Jaime Valdes is in his 7th year in recovery from drugs and alcohol while live a daily life of sobriety. He currently works at a South Texas treatment center for substance use and mental disorder as a Licensed Chemical Dependency Counselor, intern. Jaime earned his Masters in Interpersonal Communication in 2019, and loves writing, melting silver, and most of all hanging out with his family.

Let’s talk politics!

In addiction I could care less about who was running for office. My number one priority everyday was to seek and destroy. In early sobriety the challenge was voicing when life became too much, on a daily basis. It was like I could only do so much during any given day. My wife would ask what I thought of this or that for the weekend plans. I literally would shut down, and reply, “I’m just trying to get through this next moment with drinking.” I would say this with sarcasm but the reality was, I was hanging on to dear life, between my meetings. So, politics wasn’t exactly a hot topic during those years, until now.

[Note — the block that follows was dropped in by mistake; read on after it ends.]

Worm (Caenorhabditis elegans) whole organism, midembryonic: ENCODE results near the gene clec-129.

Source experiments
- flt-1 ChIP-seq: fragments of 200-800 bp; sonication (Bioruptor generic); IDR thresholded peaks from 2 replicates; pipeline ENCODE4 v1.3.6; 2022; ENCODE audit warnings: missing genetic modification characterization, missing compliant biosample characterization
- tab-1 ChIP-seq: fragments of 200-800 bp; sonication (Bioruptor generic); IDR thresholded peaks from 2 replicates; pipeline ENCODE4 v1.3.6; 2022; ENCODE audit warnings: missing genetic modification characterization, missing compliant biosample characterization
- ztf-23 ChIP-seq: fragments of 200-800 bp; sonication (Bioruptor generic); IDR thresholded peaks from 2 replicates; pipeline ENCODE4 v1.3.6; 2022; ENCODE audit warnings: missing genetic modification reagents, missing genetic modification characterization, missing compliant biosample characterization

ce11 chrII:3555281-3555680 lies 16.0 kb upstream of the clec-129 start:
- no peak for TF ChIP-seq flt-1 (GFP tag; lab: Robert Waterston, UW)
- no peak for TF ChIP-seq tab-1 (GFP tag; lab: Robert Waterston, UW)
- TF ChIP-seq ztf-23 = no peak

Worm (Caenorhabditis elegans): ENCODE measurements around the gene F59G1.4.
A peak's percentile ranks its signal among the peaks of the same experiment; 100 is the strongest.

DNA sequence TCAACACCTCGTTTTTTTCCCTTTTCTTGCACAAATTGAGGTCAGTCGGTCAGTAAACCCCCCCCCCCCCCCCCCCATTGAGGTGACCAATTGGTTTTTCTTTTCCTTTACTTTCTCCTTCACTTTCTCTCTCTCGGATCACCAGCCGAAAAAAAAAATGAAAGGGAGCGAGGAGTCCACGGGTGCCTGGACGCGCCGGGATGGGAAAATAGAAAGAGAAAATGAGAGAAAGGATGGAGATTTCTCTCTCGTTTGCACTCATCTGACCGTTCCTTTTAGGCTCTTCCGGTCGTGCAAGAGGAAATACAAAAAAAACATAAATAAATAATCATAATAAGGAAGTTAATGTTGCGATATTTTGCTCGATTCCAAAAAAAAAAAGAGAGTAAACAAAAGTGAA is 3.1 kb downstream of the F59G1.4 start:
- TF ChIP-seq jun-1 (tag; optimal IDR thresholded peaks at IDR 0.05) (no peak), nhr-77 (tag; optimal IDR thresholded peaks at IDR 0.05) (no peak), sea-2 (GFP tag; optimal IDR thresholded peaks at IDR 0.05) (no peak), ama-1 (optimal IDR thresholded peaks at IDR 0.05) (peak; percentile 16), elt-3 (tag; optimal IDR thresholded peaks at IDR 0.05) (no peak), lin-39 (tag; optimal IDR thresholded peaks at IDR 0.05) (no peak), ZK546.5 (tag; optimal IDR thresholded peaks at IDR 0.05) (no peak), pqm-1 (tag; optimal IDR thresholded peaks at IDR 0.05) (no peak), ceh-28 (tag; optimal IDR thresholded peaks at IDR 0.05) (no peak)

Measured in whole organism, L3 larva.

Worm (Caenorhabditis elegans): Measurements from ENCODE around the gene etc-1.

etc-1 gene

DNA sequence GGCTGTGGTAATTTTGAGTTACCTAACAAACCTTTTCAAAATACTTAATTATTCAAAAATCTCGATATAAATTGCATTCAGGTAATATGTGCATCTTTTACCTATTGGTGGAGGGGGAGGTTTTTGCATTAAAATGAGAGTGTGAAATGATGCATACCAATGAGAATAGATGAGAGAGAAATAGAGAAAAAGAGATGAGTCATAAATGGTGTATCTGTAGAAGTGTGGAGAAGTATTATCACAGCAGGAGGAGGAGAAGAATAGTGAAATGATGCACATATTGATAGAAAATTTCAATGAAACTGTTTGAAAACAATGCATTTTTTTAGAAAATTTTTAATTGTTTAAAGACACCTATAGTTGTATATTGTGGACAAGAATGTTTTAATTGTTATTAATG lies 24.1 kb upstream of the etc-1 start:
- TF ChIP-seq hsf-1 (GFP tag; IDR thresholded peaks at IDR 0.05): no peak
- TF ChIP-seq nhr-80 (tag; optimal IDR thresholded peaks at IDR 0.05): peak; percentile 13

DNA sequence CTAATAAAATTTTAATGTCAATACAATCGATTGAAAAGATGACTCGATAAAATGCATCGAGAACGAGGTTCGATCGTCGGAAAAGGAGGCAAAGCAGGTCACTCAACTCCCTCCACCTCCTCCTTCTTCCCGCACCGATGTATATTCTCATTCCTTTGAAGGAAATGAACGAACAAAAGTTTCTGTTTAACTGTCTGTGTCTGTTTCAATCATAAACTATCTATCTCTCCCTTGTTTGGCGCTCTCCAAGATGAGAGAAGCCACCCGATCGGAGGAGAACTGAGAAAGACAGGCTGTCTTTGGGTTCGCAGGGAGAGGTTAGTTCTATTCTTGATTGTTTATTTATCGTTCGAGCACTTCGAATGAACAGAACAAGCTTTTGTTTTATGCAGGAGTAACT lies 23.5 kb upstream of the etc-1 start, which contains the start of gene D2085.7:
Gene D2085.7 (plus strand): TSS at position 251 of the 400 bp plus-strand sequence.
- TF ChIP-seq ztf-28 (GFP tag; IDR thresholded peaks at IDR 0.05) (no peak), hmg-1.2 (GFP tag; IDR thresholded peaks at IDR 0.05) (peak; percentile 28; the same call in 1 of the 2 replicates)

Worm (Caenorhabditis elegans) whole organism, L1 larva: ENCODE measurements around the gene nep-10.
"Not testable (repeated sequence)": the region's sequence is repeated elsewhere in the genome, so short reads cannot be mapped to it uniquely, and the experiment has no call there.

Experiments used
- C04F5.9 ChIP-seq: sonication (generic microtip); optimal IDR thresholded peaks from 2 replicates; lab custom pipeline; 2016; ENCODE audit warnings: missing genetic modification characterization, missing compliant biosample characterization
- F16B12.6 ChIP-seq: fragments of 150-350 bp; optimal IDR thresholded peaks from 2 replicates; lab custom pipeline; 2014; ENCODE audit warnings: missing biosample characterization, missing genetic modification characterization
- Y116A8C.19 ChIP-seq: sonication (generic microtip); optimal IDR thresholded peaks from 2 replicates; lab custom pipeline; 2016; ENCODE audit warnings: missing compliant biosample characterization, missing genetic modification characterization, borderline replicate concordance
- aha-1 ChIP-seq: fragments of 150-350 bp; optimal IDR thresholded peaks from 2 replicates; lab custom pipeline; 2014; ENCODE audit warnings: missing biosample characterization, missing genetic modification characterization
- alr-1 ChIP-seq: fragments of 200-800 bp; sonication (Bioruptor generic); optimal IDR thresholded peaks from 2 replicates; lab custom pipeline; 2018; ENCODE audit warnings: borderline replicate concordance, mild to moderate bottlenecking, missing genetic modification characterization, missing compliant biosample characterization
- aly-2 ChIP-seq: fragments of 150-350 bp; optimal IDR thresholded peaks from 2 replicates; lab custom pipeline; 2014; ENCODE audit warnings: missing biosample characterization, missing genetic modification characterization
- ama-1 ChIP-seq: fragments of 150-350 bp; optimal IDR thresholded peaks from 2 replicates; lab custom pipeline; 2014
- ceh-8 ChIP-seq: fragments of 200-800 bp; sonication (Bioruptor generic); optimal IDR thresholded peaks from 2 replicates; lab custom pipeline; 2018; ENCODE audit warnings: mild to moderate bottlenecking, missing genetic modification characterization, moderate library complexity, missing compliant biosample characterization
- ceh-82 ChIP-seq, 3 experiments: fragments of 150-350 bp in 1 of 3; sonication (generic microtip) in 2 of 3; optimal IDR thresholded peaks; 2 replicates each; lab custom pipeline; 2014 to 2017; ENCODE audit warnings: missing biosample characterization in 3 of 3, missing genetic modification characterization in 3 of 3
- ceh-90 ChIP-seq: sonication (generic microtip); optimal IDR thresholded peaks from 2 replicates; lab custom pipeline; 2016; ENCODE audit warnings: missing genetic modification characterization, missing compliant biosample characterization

Why now? Who the fuck knows! Maybe it’s because I’m old, I have a two-year old, I have time to kill during my two hour commute to work and back everyday. All I know is that this election year will be historic and amazing. “The most amazing election year ever!”

I’ve been watching and listening from the left and the right. For some reason up until the past month or so, I’ve considered myself a Democrat. However, understanding terms like socialism, progressives, and liberals; along with what the Republicans support versus what the left support, I do declare I am not a Democrat.

Now let’s not get crazy, I’m not exactly volunteering at the local Republican headquarters, but I am taking a stand, or using my voice. The reason why this is important is because at the root of my disease, not speaking up in fear of people not liking my opinion, is one of the reason I drank and used drugs. I was uncomfortable, so I changed the way I felt, with substances.

So whichever way you sway, let’s start a conversation. I dare you.